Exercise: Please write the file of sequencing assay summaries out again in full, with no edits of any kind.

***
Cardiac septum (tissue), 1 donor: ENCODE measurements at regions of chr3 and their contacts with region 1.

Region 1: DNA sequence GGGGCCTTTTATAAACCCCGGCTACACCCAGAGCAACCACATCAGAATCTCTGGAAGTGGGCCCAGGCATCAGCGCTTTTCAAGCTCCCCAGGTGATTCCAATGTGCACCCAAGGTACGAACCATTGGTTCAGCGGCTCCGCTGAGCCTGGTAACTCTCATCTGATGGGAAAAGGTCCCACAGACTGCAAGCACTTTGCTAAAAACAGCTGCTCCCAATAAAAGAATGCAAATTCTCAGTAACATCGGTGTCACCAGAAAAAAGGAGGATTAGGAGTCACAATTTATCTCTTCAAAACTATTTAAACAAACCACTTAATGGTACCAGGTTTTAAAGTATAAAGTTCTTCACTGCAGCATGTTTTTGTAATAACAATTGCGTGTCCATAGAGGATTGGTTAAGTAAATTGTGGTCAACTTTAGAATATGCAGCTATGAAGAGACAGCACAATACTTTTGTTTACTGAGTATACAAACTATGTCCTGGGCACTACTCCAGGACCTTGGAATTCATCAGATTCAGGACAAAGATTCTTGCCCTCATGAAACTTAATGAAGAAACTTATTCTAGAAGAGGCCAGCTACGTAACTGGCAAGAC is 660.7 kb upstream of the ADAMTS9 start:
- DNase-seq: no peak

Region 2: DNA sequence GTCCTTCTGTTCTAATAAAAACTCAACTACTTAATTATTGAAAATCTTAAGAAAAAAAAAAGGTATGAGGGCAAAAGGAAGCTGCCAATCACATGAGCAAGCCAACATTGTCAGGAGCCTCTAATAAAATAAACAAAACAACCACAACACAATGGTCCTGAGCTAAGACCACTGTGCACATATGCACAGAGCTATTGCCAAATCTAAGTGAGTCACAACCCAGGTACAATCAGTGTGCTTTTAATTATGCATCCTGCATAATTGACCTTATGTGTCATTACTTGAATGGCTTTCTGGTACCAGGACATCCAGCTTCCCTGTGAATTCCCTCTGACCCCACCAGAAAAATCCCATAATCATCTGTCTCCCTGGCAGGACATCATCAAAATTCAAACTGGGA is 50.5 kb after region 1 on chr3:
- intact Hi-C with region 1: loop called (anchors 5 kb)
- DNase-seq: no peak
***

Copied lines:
Cardiac septum (tissue), 1 donor: ENCODE measurements at regions of chr3 and their contacts with region 1.

Region 1: DNA sequence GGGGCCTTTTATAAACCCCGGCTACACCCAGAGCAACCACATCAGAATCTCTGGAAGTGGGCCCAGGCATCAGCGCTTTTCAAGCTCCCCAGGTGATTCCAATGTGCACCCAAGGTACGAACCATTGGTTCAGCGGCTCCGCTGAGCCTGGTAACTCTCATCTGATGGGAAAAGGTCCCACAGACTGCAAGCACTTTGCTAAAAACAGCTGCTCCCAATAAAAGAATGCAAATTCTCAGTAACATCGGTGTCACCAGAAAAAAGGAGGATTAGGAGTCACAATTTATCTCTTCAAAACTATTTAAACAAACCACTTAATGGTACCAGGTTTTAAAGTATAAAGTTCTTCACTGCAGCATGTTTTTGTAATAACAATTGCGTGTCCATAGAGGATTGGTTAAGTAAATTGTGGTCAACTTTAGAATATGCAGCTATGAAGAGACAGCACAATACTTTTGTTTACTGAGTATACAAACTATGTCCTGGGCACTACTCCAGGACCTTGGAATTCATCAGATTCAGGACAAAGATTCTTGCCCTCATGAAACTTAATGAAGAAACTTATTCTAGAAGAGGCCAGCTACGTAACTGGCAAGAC is 660.7 kb upstream of the ADAMTS9 start:
- DNase-seq: no peak

Region 2: DNA sequence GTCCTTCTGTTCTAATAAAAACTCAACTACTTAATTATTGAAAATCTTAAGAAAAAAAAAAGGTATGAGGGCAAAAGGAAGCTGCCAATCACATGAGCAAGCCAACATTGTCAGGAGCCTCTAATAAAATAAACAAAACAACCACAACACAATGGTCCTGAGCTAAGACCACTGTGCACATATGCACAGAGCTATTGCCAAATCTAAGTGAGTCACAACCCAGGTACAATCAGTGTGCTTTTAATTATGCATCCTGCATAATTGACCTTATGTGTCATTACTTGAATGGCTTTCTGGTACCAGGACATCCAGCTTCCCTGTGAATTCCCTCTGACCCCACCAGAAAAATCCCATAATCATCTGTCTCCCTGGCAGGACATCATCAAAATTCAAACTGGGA is 50.5 kb after region 1 on chr3:
- intact Hi-C with region 1: loop called (anchors 5 kb)
- DNase-seq: no peak